We've had a few of those, last one the bulb exploded and sent glass over three metres, the still flaming filament landed on a leather chair. The box it came in said "Quality Checked". Hope the new high efficiency ones don't go the same way.
Classic ordinary light bulbs are fused, usually both leads to the filament have fuses fitted. If you still have the lamp you would see the fuses welded into the wires on the inside of the glass filament holder.
So your 10A circuit breaker would not ber expected to trip as the lamp's overcurrent was over way to soon to trip a thermal breaker.
As for the lamp bulb jumping out of the base, was it a very old lamp?
Lots of thermal cycles possibly weakened the adhesove to the base.
As to failure mode of CFLs, I been using CFLs for a couple decades, and ones I see fail simply go out, or fail to start. Recently a matched pair of supermarket CFLs in the same light fitting quit within days of each othjer -- so I took the glass out of that ceiliung fitting to let the replacements run cooler.
I think CFLs suffer from the heat buildup inside some types of fittings.
In this instance, the power wires are intact from the filament, through the glass seal, and about halfway towards the base - then they vanish - both of them, at about the same point. I suppose the fuses could have been fitted there, explaining why the wires terminate abruptly. When whatever was there, be it ordinary wire, or fuse, evaporated, it would have increased the pressure in the space between the seal and the base, both through the evaporation, and heating of the air in there.
Well, falling out, given that this was in a typical lamp holder suspended from the ceiling.
No, it wasn't old at all.
Perhaps, though it was a living room light, so I wouldn't expect it to suffer high cycles before filament failure.
**I've heard about capacitor failures. I've never experienced any. I've been using CFLs for about 8 years. I presently have a couple of dozen around the place. All are Philips branded lamps, except four PAR38 CFL floods (which don't get used very much). Some are used from as little as 10 mins per day, to more than 4-5 hours per day. The two failures I've had were:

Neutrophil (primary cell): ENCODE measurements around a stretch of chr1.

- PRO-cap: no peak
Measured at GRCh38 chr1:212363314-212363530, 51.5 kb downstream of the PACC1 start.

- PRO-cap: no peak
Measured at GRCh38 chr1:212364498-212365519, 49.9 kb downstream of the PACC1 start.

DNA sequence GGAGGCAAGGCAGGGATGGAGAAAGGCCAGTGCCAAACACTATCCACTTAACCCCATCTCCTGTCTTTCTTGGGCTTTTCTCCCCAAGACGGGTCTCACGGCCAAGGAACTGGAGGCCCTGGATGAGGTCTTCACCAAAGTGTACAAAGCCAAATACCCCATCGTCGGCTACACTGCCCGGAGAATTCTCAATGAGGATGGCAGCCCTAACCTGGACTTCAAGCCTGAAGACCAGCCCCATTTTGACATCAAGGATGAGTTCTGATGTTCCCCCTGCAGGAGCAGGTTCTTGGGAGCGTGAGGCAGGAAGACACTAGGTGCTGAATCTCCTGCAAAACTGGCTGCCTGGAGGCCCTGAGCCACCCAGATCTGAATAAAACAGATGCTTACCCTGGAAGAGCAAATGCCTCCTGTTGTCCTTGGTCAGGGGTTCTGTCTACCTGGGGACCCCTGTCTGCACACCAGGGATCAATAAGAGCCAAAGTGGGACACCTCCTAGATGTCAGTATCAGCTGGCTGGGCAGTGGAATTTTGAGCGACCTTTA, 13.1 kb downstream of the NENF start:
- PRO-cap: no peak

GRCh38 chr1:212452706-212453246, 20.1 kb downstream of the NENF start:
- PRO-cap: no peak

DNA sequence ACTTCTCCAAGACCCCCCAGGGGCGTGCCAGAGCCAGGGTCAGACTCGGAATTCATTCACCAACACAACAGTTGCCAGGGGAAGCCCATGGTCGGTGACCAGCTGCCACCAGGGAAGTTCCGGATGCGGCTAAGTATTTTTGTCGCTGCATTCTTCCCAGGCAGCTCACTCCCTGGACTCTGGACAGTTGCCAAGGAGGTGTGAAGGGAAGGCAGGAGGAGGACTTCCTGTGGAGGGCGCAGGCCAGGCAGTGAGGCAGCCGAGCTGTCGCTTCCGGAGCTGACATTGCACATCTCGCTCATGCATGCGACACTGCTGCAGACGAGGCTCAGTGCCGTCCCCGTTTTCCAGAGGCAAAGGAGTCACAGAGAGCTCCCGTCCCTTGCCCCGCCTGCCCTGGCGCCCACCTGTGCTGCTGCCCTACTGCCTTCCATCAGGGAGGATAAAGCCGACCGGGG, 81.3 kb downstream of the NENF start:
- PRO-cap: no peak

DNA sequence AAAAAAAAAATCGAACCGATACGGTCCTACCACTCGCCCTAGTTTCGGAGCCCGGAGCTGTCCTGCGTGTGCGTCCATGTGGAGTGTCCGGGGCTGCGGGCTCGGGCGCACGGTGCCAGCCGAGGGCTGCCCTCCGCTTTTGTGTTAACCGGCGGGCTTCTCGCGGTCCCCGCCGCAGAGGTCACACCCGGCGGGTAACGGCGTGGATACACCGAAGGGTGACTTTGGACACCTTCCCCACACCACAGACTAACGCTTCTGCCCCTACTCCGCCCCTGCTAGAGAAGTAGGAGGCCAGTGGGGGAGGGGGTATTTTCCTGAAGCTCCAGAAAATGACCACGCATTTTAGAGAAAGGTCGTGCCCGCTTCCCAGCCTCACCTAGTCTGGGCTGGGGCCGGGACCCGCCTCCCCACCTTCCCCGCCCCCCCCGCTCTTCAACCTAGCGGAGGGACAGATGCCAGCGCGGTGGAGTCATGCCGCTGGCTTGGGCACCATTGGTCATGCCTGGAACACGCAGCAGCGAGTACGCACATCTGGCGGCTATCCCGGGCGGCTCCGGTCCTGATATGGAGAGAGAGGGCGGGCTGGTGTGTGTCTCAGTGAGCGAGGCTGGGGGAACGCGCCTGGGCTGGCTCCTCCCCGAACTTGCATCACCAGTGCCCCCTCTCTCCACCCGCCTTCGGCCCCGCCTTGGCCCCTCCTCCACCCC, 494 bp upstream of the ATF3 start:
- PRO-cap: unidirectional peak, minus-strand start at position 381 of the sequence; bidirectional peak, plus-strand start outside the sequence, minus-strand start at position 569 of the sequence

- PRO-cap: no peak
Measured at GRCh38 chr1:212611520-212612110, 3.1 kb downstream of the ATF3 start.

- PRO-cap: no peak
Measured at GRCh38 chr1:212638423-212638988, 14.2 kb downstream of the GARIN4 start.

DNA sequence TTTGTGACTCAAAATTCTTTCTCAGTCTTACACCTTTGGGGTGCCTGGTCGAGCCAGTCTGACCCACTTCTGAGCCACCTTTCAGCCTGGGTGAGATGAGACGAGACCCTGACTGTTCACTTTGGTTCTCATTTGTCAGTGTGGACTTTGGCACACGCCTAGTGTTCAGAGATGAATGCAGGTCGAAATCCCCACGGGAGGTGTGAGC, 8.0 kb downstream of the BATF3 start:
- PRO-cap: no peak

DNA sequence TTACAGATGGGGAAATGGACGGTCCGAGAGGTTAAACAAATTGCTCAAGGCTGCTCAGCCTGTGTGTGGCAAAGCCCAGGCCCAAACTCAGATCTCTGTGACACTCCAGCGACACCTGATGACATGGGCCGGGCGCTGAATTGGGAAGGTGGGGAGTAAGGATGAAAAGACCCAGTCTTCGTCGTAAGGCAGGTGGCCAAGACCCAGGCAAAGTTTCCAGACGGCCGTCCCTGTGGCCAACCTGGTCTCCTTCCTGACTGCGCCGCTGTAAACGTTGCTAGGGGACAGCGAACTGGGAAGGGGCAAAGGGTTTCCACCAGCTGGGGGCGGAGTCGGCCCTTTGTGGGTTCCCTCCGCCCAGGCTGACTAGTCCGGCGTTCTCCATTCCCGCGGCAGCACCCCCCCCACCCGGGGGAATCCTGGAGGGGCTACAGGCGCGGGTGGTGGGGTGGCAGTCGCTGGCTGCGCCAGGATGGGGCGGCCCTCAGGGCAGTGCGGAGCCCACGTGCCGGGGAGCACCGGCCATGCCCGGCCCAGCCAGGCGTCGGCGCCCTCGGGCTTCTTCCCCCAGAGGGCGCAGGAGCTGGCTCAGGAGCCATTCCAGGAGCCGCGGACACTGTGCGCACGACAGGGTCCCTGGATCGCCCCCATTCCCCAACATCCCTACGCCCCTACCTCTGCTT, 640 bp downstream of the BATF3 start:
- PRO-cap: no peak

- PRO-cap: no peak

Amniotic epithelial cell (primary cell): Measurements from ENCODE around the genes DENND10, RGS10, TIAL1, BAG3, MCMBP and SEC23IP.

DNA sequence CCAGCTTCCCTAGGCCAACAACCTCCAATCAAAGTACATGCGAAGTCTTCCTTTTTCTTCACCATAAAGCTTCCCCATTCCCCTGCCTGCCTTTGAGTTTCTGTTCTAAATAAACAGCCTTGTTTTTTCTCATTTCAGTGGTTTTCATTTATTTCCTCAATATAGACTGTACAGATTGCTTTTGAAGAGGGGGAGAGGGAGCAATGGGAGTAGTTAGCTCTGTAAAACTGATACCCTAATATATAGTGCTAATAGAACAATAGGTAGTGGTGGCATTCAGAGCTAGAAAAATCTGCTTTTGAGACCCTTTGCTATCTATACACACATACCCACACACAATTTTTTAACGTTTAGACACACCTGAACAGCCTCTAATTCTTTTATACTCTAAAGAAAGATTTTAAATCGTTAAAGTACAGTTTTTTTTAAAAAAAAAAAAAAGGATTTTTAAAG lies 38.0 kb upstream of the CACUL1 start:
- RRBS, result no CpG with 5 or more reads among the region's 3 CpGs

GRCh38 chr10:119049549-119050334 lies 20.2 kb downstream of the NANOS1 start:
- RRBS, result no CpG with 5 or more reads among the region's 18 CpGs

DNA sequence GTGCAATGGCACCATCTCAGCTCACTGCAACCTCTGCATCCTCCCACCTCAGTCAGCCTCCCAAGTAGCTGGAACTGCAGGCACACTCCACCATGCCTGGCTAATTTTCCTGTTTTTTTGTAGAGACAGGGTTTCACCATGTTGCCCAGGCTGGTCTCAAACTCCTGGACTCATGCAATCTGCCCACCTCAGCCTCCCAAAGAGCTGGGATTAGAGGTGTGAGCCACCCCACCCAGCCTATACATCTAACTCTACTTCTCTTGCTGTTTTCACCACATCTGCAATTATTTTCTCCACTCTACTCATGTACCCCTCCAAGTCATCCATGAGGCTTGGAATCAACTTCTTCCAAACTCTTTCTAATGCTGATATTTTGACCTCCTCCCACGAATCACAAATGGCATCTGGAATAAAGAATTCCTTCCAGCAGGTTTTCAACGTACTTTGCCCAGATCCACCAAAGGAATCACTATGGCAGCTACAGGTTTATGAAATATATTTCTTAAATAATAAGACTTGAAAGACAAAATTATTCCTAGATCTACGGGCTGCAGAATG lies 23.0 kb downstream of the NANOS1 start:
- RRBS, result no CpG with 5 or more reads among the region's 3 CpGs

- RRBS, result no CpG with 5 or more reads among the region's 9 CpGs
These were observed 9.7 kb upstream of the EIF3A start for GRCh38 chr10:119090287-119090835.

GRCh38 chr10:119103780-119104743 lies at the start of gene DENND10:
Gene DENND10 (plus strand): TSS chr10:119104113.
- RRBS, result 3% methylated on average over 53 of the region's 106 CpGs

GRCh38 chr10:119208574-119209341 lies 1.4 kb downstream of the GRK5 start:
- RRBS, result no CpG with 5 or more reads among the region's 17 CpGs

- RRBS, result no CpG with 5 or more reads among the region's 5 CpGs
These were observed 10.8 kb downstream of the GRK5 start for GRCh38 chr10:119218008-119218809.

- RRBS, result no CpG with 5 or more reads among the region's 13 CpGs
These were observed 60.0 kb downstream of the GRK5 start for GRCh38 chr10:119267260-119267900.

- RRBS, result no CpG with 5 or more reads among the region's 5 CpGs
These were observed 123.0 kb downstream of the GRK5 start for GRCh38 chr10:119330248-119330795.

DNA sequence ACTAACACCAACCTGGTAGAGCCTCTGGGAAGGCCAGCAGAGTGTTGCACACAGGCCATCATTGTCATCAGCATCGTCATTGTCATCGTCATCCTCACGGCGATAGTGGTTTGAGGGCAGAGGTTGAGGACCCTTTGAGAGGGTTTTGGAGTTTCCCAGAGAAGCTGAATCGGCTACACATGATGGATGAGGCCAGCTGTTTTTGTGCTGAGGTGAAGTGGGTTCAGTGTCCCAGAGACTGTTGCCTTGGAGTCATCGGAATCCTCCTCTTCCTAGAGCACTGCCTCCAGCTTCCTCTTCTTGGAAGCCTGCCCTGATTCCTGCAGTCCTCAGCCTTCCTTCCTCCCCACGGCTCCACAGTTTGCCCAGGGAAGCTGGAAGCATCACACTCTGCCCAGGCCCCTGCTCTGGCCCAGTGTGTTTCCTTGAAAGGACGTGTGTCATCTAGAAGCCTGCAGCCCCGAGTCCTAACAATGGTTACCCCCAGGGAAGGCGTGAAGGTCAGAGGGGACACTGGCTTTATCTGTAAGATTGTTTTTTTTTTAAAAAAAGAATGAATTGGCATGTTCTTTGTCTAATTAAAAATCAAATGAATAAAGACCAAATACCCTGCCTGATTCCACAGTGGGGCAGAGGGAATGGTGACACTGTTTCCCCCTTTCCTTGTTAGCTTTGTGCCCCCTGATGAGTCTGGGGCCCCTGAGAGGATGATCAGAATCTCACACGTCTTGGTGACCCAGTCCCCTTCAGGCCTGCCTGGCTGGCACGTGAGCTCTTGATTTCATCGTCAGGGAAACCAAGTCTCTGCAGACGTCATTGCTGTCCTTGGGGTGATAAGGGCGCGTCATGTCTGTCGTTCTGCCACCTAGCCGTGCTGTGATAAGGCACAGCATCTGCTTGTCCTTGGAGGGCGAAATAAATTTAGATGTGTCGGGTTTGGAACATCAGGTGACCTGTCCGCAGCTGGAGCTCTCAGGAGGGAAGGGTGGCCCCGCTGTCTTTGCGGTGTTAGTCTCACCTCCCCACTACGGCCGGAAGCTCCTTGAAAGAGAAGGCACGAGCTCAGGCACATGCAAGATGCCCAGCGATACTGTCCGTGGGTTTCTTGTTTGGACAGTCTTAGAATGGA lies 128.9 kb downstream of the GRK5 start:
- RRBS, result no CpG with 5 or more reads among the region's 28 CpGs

Possum sat/fell/brushed against one in the garage.
I installed one into a portable 'touble light' and dropped it. A rock penetrated the glass.
I am uncertain if an incandescent would have survived or not. I'm betting a definite maybe.
I don't much care for the colour temperature of the cheap brands, nor, it seems, their reliability. I've found the Philips lamps to have a pleasing colour temperature and have, thus far, been utterly reliable.
I've tended to opt for the higher colour temperature variants. OK, they look rather blue in comparison with incandescents, but in reality they are just a better white. One gets used to them, as well as having things look blue when they are, rather than black.
Well that's where the fuses were, I remember them as being encapsulated, but perhaps that's a feature on some brands only. This is something I explored a long time ago.
Yes, any electric fireworks usually gives at least a pop, sometimes a bang :) The fuse is only a section (about one cm or 1/2") of smaller gauge wire spot welded between the wire from the filament glass to the wire from the lamp base. Sometimes the fuse is encapsulated in a long glass envelope, I don't think your lamp had the encapsulated sort.
Funny, I visualised the lamp being closer to ground level, thinking it dropped a small distance. Dropping from the ceiling and no broken glass is more amazing.
Ah well, maybe the modern glues are less sticky? Long time since I saw an old globe go pop, CFLs fail without fanfare here.
Usually the tube fails, I have checked dozens of dead ones over the past few years. (Connect a normal tube to the terminals and it will work.)
Havent seen any electronics failures, but in our case they all have been operated inside ventilated equipment cabinets, the base to the bottom.
Others have had other experiences however, judging by stories and pics on some forums, though may have been used in hot areas, or sealed fittings with nil ventilation. Under these circumstances, I see no reason to doubt these reports considering some of the crap electronics around, and the common failure of electrolytics in most applications.
I recall hearing years back about a mirabella brand bulb "exploding" at switch on. It might have been on a consumer affairs program (that one on ABC years back probably), a current affairs type program or similar.
No details were given of the exact failure other than "big bang and bulb flew out of socket" or similar.
Another warning I read of a long time back was the use of certain incandescent (maybe QH or back reflected varieties of floodlight bulbs used) in shop window displays. They could shatter when they failed, dumping red hot filament pieces over clothing or other flammable display items beneath, starting a fire.
Well, not actually from ceiling height, because it was suspended. But I suspect that television saved the day, because the bounce off the rear housing probably caused the bulb to turn over so that it landed on its stem (which would be much stronger) rather than on the fragile spherical envelope.